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Dear Maria,
Can you help me with the following? They are all from Seneca’s Epistles.

1. Si vero exiguum erit et angustum, quo possit vita produci, id boni consulet nec ultra necessaria sollicitus aut anxius ventri et scapulis suum reddet (XVII.9)
Could you give a literal translation?

2. et occupationes divitum … (XVII.9)
Is adj.  “divitum” used here as a gen. pl. noun?

3. nisi forte his maxime diebus animo imperandum est, ut tunc voluptatibus solus abstineat (XVIII.3)
Could you give a literal translation?

4. ...visurus an aliquid deesset ex plena et consummata voluptate, vel quantum deesset, et an dignum quod quis magno labore pensaret. (XVIII.9)
Could you give a literal translation?

Thank you.
Robert

Answer
Dear Robert,

1.   1.“Si vero exiguum erit et angustum, quo possit vita produci, id boni consulet nec ultra necessaria sollicitus aut anxius ventri et scapulis suum reddet …”(XVII.9) literally means:” If however (if vero) [what, implied subject] by which (quo, abl of instrument) life (vita, subject) can (possit) be lived (produci, present infinitive passive) will be (erit) scanty (exiguum) and meagre (angustum) , he (i.e. “sapiens”, wise man) will consider that kind (id, used as a substantive wich is followed by a genitive as an idiomatic expressions such as “id aetatis”, “id temporis” =  that age/ that time) of good (boni, genitive depending on “id”) [and without being ] worried (nec sollicitus) or anxious (anxius) beyond (ultra, preposition which takes the accusative “necessaria”) the necessaries of life (necessaria, accusative neuter plural), he (i.e. “sapiens”) will grant (reddet) their own (suum)  to [his] belly (ventri, dative singular of “venter”) and [his] shoulders (scapulis, dative plural)…”, i.e. “:” If however  wise man’s means of existence are meagre and scanty, he will be satisfied with them, and without being anxious or worried beyond the bare necessities, he will grant food to his belly and clothing to his shoulders…”.

2. In “…et occupationes divitum …” (XVII.9) the adjective  “divitum” in the genitive plural is used here  to mean “of the rich” / of rich men” just to say that the wise man will laugh at the useless bustling of rich men.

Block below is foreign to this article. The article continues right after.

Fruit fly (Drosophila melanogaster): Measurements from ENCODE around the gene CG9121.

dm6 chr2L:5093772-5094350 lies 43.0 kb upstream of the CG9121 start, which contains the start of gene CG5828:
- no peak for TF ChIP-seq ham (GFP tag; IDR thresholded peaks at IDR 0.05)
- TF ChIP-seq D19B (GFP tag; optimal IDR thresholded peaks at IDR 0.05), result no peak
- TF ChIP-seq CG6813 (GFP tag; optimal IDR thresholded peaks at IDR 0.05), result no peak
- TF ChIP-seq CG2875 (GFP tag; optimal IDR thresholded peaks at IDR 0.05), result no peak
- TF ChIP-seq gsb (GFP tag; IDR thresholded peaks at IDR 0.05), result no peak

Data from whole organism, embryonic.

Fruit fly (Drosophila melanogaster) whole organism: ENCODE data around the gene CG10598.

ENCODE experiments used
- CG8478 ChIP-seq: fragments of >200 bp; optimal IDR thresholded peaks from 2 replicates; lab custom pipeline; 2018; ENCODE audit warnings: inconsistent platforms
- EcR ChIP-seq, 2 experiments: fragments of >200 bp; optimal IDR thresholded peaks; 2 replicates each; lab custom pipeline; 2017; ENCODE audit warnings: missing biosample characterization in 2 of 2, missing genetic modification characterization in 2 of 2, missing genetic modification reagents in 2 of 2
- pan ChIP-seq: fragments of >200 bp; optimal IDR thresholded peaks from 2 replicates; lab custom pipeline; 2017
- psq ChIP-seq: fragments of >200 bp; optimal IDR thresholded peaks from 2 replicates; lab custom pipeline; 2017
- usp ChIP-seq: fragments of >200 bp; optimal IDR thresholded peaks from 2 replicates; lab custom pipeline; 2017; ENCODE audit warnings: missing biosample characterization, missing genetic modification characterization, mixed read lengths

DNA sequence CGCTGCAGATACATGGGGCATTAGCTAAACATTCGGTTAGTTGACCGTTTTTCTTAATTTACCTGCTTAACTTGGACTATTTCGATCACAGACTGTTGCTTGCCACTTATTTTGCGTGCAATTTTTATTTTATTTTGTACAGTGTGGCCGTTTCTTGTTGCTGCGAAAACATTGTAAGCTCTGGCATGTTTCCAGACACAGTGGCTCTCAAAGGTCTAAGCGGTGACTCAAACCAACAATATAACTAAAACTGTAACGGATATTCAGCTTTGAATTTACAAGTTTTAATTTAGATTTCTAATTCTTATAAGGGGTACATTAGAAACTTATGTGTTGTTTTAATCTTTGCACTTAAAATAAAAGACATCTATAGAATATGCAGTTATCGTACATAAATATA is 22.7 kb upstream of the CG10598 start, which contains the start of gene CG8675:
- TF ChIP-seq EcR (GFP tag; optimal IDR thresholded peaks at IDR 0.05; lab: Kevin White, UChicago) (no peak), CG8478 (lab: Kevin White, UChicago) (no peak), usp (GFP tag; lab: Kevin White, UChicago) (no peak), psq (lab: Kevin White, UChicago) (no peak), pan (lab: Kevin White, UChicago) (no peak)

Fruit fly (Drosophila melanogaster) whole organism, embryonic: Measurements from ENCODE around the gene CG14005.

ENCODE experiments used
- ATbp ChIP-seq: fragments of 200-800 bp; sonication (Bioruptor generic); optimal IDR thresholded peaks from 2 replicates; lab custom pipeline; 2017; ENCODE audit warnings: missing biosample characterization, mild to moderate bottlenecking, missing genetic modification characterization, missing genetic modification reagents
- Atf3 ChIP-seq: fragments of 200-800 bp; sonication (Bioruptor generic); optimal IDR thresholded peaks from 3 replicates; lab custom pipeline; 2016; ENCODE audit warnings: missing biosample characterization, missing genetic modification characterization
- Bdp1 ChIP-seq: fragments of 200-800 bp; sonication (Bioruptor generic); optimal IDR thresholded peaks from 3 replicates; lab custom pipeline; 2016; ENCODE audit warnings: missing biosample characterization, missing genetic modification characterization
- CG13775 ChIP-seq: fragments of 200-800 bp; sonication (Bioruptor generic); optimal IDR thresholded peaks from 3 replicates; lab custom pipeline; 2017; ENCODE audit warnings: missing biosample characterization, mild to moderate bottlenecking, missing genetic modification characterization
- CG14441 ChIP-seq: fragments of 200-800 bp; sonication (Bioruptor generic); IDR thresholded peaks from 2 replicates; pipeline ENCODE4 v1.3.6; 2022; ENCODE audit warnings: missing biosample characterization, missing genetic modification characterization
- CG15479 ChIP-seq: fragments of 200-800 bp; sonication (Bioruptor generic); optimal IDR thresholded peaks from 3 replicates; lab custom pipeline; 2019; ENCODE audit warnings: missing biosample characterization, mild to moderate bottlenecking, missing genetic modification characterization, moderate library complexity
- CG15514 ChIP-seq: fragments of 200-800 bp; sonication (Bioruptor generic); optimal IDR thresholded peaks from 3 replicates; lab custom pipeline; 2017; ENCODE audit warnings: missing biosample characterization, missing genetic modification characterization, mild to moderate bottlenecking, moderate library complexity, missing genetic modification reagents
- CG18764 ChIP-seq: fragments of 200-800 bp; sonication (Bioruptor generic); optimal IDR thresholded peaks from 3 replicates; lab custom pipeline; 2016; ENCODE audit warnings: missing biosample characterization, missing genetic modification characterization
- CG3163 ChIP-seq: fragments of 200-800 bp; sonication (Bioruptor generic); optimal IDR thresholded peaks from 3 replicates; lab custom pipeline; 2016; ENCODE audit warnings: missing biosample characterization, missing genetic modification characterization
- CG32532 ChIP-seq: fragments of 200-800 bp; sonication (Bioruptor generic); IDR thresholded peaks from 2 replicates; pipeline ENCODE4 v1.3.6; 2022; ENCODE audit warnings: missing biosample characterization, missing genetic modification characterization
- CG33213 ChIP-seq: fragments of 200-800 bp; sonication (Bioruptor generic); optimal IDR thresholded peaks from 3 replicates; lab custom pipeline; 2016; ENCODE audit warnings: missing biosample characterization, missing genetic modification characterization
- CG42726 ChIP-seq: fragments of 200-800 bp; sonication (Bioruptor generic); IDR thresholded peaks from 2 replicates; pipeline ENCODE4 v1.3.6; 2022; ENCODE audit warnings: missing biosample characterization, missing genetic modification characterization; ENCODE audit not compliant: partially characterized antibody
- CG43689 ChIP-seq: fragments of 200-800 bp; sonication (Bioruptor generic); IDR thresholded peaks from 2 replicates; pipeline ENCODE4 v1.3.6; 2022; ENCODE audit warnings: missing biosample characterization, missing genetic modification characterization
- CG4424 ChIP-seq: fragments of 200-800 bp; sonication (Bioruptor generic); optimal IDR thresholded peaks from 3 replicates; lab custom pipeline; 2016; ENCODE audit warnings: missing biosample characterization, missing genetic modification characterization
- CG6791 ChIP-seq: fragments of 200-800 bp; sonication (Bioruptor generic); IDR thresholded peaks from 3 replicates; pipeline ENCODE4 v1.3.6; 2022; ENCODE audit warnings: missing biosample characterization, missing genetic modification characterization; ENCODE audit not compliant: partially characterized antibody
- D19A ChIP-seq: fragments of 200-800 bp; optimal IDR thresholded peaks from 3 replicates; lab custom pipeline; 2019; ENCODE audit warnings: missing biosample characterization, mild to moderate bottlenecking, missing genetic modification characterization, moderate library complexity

3. “…nisi forte his maxime diebus animo imperandum est, ut tunc voluptatibus solus abstineat…” (XVIII.3) literally means:”…unless perhaps (nisi forte) especially (maxime) in these days (his…diebus) it must be commanded /we must command (imperandum est, second periphrastic, impersonal construction) [to] the soul (animo, dative depending on “imperandum”) to (ut, introducing a final clause) abstain alone (solus) on that occasion (tunc)  from pleasures (voluptatibus)…”, i.e.:”…unless perhaps especially in these days [of  the Saturnalia, i.e. a general festival in honour of Saturn, beginning on the 17th of December and lasting several days until 23]we must command our soul to just then abstain alone from pleasures…” with reference to the Saturnalia when the whole mob abandoned itself to pleasures, while the wise man is alone in refraining from pleasures.


4. “ ...visurus an aliquid deesset ex plena et consummata voluptate, vel quantum deesset, et an dignum quod quis magno labore pensaret..” (XVIII.9) literally means:” …in order to see (visurus, future participle used here as a final clause) whether (an) something (aliquid) was away (deesset) from (ex) full (plena) and complete (et consummate) pleasure (voluptate),or (vel) how much (quantum) it was away (deesset), and whether (an) [this  was ] worth (dignum, referring to “aliquid”) that (quod) somebody(quis, instead of “aliquis”) compensated it (pensaret) with a great labor (magno labore)..”.
In short, Seneca says that Epicurus, the teacher of pleasure, had stated some days when he scarcely satisfied his hunger just to see whether this way  full and complete pleasure was lacking anything or how much pleasure was lacking something, and finally whether this lack had to be paid at the price of great effort.

Best wishes,

Maria

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Maria

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